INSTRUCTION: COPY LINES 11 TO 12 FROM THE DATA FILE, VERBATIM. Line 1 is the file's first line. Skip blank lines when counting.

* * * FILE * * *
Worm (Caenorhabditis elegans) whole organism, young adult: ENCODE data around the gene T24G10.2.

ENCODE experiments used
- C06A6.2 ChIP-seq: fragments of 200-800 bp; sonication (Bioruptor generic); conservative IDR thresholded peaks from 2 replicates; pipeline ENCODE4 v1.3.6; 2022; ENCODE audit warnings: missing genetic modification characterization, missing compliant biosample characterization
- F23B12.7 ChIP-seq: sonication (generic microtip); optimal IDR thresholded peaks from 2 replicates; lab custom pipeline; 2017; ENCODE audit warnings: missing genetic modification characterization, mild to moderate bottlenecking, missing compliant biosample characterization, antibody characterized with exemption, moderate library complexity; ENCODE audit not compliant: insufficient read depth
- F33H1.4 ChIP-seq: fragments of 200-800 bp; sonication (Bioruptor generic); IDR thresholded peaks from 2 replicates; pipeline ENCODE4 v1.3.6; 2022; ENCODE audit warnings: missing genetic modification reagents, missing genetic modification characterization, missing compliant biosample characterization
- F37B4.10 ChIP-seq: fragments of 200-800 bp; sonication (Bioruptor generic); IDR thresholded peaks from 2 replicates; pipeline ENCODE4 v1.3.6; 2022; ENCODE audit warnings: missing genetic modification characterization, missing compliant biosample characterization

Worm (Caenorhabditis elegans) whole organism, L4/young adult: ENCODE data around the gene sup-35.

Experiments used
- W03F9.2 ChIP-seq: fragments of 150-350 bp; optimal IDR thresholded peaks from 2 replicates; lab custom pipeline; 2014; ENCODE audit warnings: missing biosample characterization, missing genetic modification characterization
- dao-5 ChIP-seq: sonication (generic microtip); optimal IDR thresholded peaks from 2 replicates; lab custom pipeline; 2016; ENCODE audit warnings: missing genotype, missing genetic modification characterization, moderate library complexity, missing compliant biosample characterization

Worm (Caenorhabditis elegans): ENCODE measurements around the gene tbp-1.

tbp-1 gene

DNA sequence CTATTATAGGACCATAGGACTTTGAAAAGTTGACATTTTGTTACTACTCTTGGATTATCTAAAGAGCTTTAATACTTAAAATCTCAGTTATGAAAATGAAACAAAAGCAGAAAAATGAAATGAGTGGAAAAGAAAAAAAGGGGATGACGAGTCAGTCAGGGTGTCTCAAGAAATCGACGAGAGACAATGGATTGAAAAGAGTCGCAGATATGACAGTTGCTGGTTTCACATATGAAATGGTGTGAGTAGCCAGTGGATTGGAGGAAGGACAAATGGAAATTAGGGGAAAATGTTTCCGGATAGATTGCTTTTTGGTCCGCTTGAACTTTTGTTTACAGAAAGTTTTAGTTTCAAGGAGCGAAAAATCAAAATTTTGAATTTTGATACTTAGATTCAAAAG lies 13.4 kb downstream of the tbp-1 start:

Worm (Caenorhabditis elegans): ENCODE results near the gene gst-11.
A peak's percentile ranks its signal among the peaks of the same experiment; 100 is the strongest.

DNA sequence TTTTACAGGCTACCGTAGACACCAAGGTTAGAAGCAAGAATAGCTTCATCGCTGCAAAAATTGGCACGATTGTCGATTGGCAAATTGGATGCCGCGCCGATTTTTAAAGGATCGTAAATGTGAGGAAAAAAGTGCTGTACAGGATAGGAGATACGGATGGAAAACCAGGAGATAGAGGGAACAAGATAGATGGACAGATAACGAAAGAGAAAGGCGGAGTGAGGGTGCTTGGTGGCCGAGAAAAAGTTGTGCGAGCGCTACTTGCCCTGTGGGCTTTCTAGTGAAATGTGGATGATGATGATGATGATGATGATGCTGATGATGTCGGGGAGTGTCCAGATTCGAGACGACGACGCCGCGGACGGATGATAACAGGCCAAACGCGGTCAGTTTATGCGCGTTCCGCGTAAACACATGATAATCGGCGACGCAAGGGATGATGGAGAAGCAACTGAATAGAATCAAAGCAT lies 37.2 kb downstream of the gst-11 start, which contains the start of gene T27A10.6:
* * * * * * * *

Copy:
Worm (Caenorhabditis elegans): ENCODE measurements around the gene tbp-1.

tbp-1 gene